No Change Yet To Snapper, Grouper Limits And Seasons
Proposed limit reductions and seasonal closures have some anglers confused, but for now the restrictions have not been approved and the fishing is fantastic.
Limit reductions, season closures, new non-fishing areas — federal efforts to manage saltwater fish have recreational anglers confused, while charter captains question the data being cited for proposed restrictions. The bottom line for right now is this — Georgia snapper and grouper limits and seasons have not changed yet, and the fishing is excellent.
At issue are several amendments proposed by the South Atlantic Fishery Management Council (SAFMC), which was established in 1976 when Congress passed the Magnuson Fishery Conservation And Management Act (MFCMA). It extended the federal jurisdiction of fisheries out to 200 miles and created a new form of regional government through eight regional fishery management councils.
Here is the status of three amendments put forth by SAFMC:
• Amendment 14: Already passed, it created deepwater Marine Protected Areas (MPAs) from North Carolina to Florida. The Georgia MPA is located about 70 miles east of the mouth of the Savannah River in depths from 300 to 1,000 feet. The area measures 10 miles by 10 miles. Bottom fishing is prohibited in the MPA, but trolling and freelining are allowed.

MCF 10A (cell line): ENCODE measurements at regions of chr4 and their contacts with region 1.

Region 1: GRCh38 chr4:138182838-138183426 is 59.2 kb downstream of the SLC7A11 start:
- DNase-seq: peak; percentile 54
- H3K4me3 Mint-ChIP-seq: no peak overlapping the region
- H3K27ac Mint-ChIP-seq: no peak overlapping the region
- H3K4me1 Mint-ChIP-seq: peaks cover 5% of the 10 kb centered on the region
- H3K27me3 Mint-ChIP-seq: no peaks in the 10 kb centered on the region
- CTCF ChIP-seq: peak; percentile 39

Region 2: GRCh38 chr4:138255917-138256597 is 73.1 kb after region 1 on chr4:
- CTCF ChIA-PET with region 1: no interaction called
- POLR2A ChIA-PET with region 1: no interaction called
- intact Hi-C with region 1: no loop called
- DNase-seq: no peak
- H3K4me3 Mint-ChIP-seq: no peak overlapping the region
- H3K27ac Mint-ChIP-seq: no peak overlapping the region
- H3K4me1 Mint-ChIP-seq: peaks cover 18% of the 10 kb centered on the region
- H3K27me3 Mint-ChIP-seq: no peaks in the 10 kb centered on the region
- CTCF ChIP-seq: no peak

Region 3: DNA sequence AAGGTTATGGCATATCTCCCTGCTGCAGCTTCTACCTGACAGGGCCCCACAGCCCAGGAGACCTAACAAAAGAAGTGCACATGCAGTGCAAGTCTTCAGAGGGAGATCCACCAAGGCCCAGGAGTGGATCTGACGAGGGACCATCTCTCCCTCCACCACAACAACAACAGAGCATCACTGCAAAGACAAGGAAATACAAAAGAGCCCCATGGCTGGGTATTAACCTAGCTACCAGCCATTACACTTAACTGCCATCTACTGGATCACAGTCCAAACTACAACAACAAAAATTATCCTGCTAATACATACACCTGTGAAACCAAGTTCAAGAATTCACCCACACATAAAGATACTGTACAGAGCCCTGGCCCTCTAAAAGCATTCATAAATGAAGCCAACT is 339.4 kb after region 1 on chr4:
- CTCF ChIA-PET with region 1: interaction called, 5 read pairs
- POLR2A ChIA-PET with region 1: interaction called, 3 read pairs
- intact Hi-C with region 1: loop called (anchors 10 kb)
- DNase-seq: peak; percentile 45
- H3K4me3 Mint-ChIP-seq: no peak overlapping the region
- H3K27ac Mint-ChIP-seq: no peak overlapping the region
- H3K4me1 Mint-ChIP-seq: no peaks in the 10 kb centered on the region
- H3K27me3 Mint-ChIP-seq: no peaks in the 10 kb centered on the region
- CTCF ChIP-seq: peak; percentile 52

• Amendment 16: Currently out for public comment, it would result in the following changes for recreational anglers if implemented: grouper aggregate limit reduced from five to three; gag/black grouper limit reduced from two to one; vermilion snapper (beeliner) limit reduced from 10 to five; shallow-water grouper closure from January to April; vermilion snapper closure from November through March.
“Although it is hard to predict exactly what will happen, I think it’s reasonable to expect Amendment 16 to be implemented in the second half of 2009,” said Spud Woodward, assistant director for Marine Fisheries, Coastal Resources Division.
• Amendment 17: Still out for comment, it contains measures to address red-snapper overfishing.
“While it’s unlikely this amendment will be fully implemented in 2009, the [Council] could recommend an emergency interim rule to close red-snapper harvest some time in late 2009. We’ll know more after the March meeting, which will be held on Jekyll Island,” Woodward said.
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